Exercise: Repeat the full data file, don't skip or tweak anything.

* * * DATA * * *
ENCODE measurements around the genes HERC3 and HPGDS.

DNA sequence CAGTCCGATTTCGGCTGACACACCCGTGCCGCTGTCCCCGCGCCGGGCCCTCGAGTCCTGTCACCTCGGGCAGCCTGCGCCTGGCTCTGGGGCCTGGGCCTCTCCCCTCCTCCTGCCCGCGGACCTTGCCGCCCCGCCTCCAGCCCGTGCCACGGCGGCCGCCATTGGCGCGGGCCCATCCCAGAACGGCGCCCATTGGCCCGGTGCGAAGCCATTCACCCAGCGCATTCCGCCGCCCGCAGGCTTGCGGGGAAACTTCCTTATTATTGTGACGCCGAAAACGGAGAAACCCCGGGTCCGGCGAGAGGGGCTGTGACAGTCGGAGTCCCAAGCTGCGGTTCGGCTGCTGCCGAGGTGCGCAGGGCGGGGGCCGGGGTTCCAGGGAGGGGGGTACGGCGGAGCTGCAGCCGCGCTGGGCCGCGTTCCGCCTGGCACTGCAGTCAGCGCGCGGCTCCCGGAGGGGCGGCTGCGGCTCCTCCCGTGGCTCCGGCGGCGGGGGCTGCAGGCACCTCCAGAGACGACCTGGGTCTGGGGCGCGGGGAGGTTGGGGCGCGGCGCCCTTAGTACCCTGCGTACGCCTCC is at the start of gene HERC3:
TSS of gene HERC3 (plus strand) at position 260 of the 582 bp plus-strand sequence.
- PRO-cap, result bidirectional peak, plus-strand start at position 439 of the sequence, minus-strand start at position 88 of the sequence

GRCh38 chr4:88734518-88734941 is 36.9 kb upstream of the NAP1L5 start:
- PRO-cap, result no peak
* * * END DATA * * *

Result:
ENCODE measurements around the genes HERC3 and HPGDS.

DNA sequence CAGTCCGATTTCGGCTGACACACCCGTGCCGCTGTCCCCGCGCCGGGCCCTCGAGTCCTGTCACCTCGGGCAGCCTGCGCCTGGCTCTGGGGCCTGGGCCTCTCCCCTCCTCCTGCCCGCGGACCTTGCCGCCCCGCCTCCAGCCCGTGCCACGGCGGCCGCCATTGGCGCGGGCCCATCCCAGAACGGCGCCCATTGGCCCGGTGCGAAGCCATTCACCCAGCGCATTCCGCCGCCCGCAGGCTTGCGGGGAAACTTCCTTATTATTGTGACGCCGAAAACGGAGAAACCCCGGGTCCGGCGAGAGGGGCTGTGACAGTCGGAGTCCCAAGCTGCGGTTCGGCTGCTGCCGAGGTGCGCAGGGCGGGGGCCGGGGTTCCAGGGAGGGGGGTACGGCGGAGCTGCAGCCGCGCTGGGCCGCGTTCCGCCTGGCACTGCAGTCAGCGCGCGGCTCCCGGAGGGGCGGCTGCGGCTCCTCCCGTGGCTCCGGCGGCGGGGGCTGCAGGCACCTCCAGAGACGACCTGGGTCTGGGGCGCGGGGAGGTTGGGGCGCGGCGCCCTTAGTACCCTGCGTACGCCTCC is at the start of gene HERC3:
TSS of gene HERC3 (plus strand) at position 260 of the 582 bp plus-strand sequence.
- PRO-cap, result bidirectional peak, plus-strand start at position 439 of the sequence, minus-strand start at position 88 of the sequence

GRCh38 chr4:88734518-88734941 is 36.9 kb upstream of the NAP1L5 start:
- PRO-cap, result no peak